A bit late to the party, but I am glad I was not the only person scratching his head over the Doctors strategy in this story.. and a bit perturbed by the Godfather-like montage of his vengeance (while he weeps over the Master.. something odd here..). So I am curious about what elements were Rusty's rewrites and what elements were Cornells? Is that clarified in the Writers Tale? Because the Doctors vengeance seems unlike Paul Cornells usual depiction of the Doctor (I will have to point out, though, that Love & War is the only Cornell Who piece I have not read...).
The situation with the Family is a bit of a tricky one for the Doctor's well-established moral framework; they're chasing him, and if they hurt other people, it's not because they're attacking those other people, but because those other people are in the Family's way as they try to get The Doctor. And this means that the Doctor's choice is to either kill the Family in self-defense, or to run away. This is the moral sticking point for the Doctor: if he kills the Family, it's not "Defend the helpless even though it might lead to the aggressors being killed," it's outright "Chase down and execute these bad people", and I have no problem with the idea that he considers that the moral line he's unwilling to cross -- in fact, I think it's probably the line I'd draw too.
@David Thiel: People like to point out the First Doctor wanting to bash in a caveman's head, but that was literally the first story. The writers were still trying to figure out who the character was.And MacGyver used a submachine gun in the first episode.And yes, I understood the Doctor's plan. But again, the notion that one could outwait a group of time travellers is nonsensical. How would you ever know you'd succeeded? This is a non-issue; the idea that time travelers are tethered to each other in some way is so engrained in the series that it's always shocking when that isn't the case. It's entirely clear that when the Doctor says they'll die in a few months, he means "wherever we go in time and space, if we wait for a few months and don't see them, they're dead dead dead.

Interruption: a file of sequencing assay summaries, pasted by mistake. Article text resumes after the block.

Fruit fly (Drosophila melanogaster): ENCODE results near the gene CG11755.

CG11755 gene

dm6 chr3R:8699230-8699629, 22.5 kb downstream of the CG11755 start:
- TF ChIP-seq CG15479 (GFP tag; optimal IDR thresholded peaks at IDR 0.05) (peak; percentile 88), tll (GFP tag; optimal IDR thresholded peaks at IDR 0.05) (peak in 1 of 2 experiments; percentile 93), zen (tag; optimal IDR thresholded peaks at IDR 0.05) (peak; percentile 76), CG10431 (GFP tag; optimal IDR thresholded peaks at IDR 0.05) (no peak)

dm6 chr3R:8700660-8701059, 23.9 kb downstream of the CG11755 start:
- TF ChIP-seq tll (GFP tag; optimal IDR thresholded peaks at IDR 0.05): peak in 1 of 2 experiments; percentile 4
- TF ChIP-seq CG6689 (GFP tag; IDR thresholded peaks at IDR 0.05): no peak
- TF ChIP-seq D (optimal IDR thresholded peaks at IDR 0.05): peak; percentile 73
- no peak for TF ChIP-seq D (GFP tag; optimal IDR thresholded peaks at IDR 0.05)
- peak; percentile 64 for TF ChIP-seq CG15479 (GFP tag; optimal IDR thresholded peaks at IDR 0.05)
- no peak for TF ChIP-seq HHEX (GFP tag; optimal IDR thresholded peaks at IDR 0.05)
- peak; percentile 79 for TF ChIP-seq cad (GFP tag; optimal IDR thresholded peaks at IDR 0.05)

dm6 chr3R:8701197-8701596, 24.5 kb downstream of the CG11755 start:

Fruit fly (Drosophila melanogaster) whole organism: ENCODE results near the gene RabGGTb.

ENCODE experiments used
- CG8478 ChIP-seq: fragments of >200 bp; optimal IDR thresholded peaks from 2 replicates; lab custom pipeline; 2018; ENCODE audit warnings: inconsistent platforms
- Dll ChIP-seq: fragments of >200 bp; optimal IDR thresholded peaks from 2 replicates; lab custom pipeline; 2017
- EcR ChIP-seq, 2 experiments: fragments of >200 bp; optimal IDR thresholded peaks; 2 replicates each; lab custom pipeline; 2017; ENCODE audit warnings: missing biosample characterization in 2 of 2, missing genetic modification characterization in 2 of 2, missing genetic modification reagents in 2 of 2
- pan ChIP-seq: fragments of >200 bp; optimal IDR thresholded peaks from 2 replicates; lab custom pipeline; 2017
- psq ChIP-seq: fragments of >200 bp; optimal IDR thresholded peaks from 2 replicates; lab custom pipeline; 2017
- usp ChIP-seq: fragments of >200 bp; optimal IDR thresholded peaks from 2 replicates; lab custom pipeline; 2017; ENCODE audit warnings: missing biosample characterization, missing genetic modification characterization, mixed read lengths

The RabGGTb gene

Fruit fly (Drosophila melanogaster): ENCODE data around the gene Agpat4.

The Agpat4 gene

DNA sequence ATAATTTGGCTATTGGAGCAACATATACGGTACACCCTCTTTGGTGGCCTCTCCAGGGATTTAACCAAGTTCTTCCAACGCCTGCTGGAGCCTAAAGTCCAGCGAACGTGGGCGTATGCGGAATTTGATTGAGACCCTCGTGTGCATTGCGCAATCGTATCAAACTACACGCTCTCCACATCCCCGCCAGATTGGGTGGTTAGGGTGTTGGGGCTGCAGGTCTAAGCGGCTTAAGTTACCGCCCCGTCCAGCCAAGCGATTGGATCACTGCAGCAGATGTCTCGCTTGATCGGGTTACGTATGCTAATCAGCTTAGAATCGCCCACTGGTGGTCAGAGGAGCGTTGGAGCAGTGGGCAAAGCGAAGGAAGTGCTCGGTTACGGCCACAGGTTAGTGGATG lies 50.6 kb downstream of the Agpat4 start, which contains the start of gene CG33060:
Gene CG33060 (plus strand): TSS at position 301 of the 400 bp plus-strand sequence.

@Dinah: Yes to all of this. Tennant is still my favorite Doctor despite this episode, which I see as less about him than it is about whatever the writers felt they had to make him for the sake of the story they wanted to tell.What I'm saying is this: those scarecrows aren't the only strawmen on display. This fire and ice Doctor exists solely as a counterpoint to John Smith, giving Joan an opportunity to heap scorn on the character--and, by extension, the series--that the audience loves. Which might be acceptable if next week the show was renamed "John Smith" and was about a schoolteacher and his despicably racist girlfriend, who don't travel through space and time battling monsters, but rather sit at home making judgmental comments about the more interesting people they meet.
Actually, BerserkRL, once I started using velcro shoes, I never went back!
Variaga, that is a fantastic idea (and the 40/60 interesting/crap ratio is exactly right).